USC President C.L. Max Nikias, KTLA Anchors Courtney Friel & Rick Chambers discuss Plans for a Biotechnology Corridor in Los Angeles [KTLA] [2015-02-23]

USC President C.L. Max Nikias, KTLA Anchors Courtney Friel & Rick Chambers discuss Plans for a Biotechnology Corridor in Los Angeles [KTLA] [2015-02-23]

USC President C.L. Max Nikias, KTLA Anchors Courtney Friel & Rick Chambers discuss Plans for a Biotechnology Corridor in Los Angeles [KTLA] [2015-02-23]

USC President C.L. Max Nikias, KTLA Anchors Courtney Friel & Rick Chambers discuss Plans for a Biotechnology Corridor in Los Angeles [KTLA] [2015-02-23]

The value of developing a vibrant biotechnology corridor has been recognized by some outside of the Los Angeles area as well. Last August, Maryland congressional representative Steny Hoyer visited Los Angeles. During his trip, he conferred with several representatives of USC, including President Nikias and Professor Ray Stevens. They discussed the USC’s accomplishments in fostering a burgeoning biotechnology industry in the greater Los Angeles area. Representative Hoyer said, “I appreciated the opportunity to hear about the collaborative efforts between private and public officials to boost the community’s biotechnology industry, which can serve as a model for other regions across the country.”[3]

The third and final area of lack addressed by the Battelle Study was venture capital. From 2007 to 2012, Los Angeles lagged far behind the major biotechnology centers of Boston, San Francisco, San Diego, and Philadelphia in terms of total venture capital investment. During this time period Boston and San Francisco led the way in total venture capital funding with $8.2 and $7.9 billion respectively. In the same time period Los Angeles County only attracted $939 million. In terms of the number of venture capital deals, Los Angeles performed even more poorly, the last of the eight biotech centers in the selected time frame. The region closed 72 deals, while over the same period, Boston led with 1,001 venture capital deals, followed by San Francisco with 803, San Diego with 597, and Philadelphia with 316.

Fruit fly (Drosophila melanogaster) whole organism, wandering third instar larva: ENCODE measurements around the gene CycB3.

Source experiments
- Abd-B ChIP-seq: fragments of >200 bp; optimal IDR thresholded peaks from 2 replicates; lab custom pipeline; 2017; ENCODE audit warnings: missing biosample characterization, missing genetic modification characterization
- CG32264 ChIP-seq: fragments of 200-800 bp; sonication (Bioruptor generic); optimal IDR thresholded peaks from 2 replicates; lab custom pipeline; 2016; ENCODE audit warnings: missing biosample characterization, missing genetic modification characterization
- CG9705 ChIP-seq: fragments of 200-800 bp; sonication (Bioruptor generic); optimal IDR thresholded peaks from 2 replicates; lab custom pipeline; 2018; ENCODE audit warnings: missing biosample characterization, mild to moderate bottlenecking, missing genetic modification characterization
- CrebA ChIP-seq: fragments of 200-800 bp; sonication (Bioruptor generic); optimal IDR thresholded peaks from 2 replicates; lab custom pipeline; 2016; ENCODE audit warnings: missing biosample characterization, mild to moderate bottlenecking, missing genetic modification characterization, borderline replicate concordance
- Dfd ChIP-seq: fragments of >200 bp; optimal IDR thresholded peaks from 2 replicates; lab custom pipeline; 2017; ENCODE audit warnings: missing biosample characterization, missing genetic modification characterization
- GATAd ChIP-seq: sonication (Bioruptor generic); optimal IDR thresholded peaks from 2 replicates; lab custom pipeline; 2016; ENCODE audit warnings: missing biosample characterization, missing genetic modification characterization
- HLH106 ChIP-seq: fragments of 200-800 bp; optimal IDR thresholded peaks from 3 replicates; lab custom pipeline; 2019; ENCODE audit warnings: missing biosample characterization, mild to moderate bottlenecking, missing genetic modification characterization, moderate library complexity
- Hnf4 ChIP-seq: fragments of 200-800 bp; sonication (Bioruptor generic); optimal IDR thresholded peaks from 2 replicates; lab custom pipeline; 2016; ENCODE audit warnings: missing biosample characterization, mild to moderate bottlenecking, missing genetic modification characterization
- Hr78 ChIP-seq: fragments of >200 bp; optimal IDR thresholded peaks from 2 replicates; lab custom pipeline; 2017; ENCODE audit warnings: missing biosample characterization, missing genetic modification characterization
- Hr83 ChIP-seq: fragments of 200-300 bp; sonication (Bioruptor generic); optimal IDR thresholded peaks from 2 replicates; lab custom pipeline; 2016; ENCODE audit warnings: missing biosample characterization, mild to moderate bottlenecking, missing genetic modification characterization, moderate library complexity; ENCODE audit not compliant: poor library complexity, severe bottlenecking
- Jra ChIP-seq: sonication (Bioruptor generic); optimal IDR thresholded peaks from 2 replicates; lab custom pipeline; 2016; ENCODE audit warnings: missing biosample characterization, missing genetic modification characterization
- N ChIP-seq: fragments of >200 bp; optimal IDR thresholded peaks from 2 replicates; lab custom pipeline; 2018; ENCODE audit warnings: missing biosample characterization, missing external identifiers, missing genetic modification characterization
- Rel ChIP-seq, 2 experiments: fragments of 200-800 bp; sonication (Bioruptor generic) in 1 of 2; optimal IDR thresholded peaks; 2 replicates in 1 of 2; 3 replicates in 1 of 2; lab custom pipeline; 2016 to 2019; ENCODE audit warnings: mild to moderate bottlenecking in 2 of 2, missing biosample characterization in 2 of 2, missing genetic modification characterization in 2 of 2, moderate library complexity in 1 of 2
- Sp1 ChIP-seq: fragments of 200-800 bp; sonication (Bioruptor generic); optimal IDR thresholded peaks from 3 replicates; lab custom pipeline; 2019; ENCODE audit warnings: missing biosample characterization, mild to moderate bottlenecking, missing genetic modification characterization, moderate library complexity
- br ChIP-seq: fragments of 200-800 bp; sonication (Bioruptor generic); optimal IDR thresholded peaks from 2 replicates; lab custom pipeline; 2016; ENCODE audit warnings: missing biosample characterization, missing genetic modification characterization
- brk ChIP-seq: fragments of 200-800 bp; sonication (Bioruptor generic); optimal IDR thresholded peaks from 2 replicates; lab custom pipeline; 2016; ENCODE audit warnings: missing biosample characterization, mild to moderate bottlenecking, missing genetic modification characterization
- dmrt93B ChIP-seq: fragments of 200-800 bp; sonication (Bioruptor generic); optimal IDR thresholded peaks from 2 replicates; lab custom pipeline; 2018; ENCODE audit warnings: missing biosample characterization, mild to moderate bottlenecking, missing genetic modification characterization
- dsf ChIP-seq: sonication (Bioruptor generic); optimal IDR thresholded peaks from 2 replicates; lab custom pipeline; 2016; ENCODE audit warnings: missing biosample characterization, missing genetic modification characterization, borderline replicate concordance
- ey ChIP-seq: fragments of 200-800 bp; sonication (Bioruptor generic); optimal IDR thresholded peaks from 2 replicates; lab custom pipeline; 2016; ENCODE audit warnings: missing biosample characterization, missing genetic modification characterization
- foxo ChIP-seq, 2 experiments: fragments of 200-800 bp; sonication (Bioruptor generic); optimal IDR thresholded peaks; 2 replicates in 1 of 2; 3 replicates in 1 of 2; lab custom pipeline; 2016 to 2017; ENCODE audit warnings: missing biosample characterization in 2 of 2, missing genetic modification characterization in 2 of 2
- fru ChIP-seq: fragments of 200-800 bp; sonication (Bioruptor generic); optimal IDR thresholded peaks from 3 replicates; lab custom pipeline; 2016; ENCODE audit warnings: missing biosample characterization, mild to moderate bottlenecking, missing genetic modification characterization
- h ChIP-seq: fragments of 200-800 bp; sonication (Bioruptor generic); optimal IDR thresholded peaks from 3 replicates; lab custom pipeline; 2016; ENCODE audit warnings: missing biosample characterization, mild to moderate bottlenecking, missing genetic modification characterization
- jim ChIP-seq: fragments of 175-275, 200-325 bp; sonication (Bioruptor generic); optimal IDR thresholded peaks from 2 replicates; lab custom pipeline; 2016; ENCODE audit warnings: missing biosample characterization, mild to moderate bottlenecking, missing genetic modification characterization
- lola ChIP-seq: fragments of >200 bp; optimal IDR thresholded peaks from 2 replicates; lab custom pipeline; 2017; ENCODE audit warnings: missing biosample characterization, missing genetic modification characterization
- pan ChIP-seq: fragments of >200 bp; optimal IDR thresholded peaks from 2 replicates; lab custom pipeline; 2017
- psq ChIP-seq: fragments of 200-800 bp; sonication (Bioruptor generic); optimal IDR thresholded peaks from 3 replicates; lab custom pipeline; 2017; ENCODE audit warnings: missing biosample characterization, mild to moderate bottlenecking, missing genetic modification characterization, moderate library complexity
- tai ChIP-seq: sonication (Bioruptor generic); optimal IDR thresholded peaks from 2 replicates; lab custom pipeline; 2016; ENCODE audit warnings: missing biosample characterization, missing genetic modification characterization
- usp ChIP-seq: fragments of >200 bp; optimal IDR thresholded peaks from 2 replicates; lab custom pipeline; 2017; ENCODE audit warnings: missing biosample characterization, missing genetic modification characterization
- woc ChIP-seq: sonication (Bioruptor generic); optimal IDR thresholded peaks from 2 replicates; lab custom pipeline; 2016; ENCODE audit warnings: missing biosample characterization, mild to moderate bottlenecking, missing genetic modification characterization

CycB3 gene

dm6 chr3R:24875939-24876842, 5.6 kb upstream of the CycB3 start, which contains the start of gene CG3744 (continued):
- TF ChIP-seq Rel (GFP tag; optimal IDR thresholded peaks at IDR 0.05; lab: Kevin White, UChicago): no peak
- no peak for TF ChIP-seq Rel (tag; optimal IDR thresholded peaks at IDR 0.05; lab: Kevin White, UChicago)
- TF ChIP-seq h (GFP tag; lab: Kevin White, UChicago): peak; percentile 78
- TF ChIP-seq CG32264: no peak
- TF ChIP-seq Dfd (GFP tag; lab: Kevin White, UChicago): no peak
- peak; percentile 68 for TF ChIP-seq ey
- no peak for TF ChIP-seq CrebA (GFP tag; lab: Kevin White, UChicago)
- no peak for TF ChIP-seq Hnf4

Source: Feasibility Assessment and Master Plan for Advancing the Bioscience Industry Cluster in Los Angeles [August 2014; Battelle Technology Partnership Practice for Los Angeles County – Chief Executive Office]

Source: Feasibility Assessment and Master Plan for Advancing the Bioscience Industry Cluster in Los Angeles [August 2014; Battelle Technology Partnership Practice for Los Angeles County – Chief Executive Office]
Source: Feasibility Assessment and Master Plan for Advancing the Bioscience Industry Cluster in Los Angeles [August 2014; Battelle Technology Partnership Practice for Los Angeles County – Chief Executive Office]
Source: Feasibility Assessment and Master Plan for Advancing the Bioscience Industry Cluster in Los Angeles [August 2014; Battelle Technology Partnership Practice for Los Angeles County – Chief Executive Office]

Analysis of funding stages revealed yet more. The Battelle Study showed that in the country’s five strongest biotechnology regions, of the venture capital money that is invested, an average of 35 percent is spent on early stage and seed funding. In Los Angeles County only 20 percent, of what is already a much smaller total venture capital investment, is spent on these early stages of commercialization. This means that many start ups and “spin offs” spawned by Los Angeles’ world class research institutions such as USC and UCLA, City of Hope, Caltech, and others look outside of Los Angeles for funding, talent, and locations. Most telling is that of the $939 million in venture funding received by Los Angeles area biotechnology companies during the period in question, 98 percent came from outside of the region.